2. Prepare support-offerings (special forms) for the most common/repeated issues (the more the better). For example: “MS Office 2013 upgrade errors”, “Hiring-system permission issues” and even “Coffee machine malfunction”). Each offering form will include dedicated fields (questions) that are specific to the problem. For example, additional fields for a Coffee machine malfunction form could be “Building”, “Floor” and “Kitchen number”.
    1. Add a meaningful title and description to the support offerings: index it in your knowledge base so users can search for it.
    2. Pre-populate forms with classification information: category, sub category, IT service and even the assigned team. Default impact/priority can also be set.
    3. Automate the process of fulfilling the support request: for additional details take a look at this excellent post.
    4. Add the support-offerings to your service catalog.
    5. Index the support offering to make it available for self-service search. To understand this better, let’s examine my story. Instead of requesting help from support, imagine I turned to the self-service portal and searched for “Office 2013 activation key”. I can expect to find:
      1. An article titled: “How to activate a new Office 2013 installation”
      2. A service-catalog offering named: “Office 2013 Activation key”
      3. And why not also a support offering called: “Office 2013 upgrade problems”
      4. Provide an easy way to create a new request. While a user is only required to describe the problem, HP big data and text analysis tools are doing the heavy lifting for finding a suitable support-offering. Learning from previous requests, it can suggest the most relevant support-offering to the user.

Using a support-offering to initiate a support request saves time and effort to the user. A form focused on the problem at hand—and  asks the right questions—results in less interaction with the agent after the request is opened. Service desk efficiency is increased as the request is automatically classified, categorized and populated with the right service and urgency.

 

The assignment process can also be minimized if the assignment group is prepopulated.  HP Service Anywhere enables IT to provide a shopping experience, not only for services, but also for support.

Comments
Robert Britt | ‎11-19-2013 12:15 PM

I'll second these:

  • Don’t ask me for information you should already have.
  • Ask only for the information needed for understanding and solving my issue.
  • Ask all the questions relevant to my problem while I am opening the request.
  • Avoid asking me to select things like category, service or impact.  I wouldn’t know anything about that and it makes me uncomfortable to select things I don’t know.  
  • Don’t ask for priority. You know it always super-urgent to me…  However, if you ask “how it affects me?”, “can I continue to work?”, “am I blocked?” I am much less likely to “lie”. (I am not saying that I “lied” in this instance. I am just saying I have heard of other people fibbing forms. I would NEVER be dishonest. )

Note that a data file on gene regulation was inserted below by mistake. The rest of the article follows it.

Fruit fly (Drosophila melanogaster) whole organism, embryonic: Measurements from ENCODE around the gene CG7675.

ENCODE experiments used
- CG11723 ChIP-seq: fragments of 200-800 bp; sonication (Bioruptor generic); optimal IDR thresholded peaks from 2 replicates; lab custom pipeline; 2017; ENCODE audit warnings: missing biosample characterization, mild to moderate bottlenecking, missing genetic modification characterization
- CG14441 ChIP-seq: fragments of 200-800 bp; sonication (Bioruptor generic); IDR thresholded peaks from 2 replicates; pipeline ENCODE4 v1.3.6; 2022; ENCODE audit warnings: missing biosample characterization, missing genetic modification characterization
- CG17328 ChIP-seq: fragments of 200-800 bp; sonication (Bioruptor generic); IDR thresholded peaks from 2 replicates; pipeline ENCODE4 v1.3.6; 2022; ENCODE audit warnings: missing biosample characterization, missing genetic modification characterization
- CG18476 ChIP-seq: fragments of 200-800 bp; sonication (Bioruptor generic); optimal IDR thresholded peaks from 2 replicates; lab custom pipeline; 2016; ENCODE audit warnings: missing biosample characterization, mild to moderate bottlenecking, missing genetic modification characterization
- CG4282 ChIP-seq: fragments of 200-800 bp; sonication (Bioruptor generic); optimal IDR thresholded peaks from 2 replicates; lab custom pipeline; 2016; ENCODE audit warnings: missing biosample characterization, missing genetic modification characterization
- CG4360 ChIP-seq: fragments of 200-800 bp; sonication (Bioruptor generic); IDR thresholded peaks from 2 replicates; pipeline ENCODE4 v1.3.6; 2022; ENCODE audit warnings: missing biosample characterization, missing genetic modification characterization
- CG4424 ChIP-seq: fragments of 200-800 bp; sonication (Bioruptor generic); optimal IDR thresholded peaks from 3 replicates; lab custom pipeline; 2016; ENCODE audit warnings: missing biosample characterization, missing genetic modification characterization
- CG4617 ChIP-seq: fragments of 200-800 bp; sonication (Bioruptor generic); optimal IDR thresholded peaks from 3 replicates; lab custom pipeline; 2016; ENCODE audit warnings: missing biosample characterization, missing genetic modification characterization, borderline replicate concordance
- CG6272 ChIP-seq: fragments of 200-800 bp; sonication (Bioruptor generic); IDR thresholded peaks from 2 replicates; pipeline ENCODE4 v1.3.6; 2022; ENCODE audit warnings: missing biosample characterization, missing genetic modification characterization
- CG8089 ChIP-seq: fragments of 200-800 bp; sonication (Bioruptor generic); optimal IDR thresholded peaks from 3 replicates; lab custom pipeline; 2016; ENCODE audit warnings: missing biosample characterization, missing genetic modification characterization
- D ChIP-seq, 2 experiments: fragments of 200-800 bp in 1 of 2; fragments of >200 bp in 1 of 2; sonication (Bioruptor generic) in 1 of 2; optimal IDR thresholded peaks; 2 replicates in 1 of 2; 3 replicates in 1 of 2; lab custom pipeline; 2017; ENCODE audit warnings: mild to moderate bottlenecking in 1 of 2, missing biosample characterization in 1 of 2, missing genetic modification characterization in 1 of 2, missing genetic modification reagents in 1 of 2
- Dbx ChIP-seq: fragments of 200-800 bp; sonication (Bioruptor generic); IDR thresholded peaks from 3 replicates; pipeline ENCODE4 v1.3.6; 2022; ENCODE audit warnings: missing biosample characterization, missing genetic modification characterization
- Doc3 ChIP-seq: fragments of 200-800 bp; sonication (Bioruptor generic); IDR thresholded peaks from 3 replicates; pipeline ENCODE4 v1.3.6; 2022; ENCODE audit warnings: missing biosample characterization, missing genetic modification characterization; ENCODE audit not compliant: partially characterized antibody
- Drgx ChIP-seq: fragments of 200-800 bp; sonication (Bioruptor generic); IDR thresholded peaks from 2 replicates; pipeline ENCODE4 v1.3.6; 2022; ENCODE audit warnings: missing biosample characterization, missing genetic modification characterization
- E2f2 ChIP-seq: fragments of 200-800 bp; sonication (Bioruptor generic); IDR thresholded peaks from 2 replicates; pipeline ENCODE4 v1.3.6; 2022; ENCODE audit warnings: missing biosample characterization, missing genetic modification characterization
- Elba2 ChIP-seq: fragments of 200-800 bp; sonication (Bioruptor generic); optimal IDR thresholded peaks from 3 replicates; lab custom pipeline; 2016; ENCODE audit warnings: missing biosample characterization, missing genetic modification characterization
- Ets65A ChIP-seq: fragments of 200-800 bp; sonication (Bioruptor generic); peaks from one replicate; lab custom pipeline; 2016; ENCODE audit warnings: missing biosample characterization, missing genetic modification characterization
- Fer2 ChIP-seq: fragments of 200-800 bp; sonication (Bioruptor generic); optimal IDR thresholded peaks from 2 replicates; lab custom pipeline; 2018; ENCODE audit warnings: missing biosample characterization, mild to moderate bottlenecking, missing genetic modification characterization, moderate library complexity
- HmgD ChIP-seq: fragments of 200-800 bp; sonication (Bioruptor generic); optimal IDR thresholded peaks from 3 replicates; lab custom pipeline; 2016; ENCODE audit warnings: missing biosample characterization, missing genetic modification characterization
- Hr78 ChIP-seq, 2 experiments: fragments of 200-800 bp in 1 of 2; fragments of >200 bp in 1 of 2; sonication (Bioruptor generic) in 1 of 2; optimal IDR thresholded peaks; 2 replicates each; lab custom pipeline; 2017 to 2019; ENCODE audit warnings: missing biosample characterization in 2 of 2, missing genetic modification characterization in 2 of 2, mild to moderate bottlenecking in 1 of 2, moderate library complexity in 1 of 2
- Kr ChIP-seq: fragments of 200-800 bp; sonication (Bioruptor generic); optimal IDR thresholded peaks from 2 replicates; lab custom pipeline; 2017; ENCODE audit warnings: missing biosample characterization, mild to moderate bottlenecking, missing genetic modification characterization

• Don’t provide me with useless information. (“The request has been created”. No way!? Did the sun come up this morning too??)
| ‎06-01-2014 05:21 PM

Yup. I use a self service system where if I search for the name of my application and it can't find it, I'm stuck traversing a tree of categories and sub categories, trying to locate the group who can assist with my application.

Imagine a system where if does not ask you for the severity or priority, it ask you, "Is this urgent and why ?", the assignee can then prioritise it based on your answers like they do anyway.

Or imagine as you type in your case description, a pop up comes up, listing knowledge documents describing similar errors or latest outage that you could check out. If you find the solution, you do not even need to submit the original request.

Imagine smart analysis of your case description when you finish typing it, it will ask you relevant questions like, " I noticed that you mentioned an error, do you have the error line or error number that you can add to the case?". How often have you seen cases where the user in their haste, left out the most critical information such as the error number, often seen in forums too. Or helpful popup at the side, giving examples of what information is required for the fields that you are filling out.

Design it from the employee's point of view and not what we have always done in the past to satisfy past reporting system that requires all those fields. I describe my problem, let the technology help me in the fastest way that it could, if there's a process, let the technology assist with it or find me the easiest process. There should be more than one process available. (e.g. assisted knowledge search, live chat or direct me to a forum and not just fill in the form to get help).  Sorry, Monday rant!!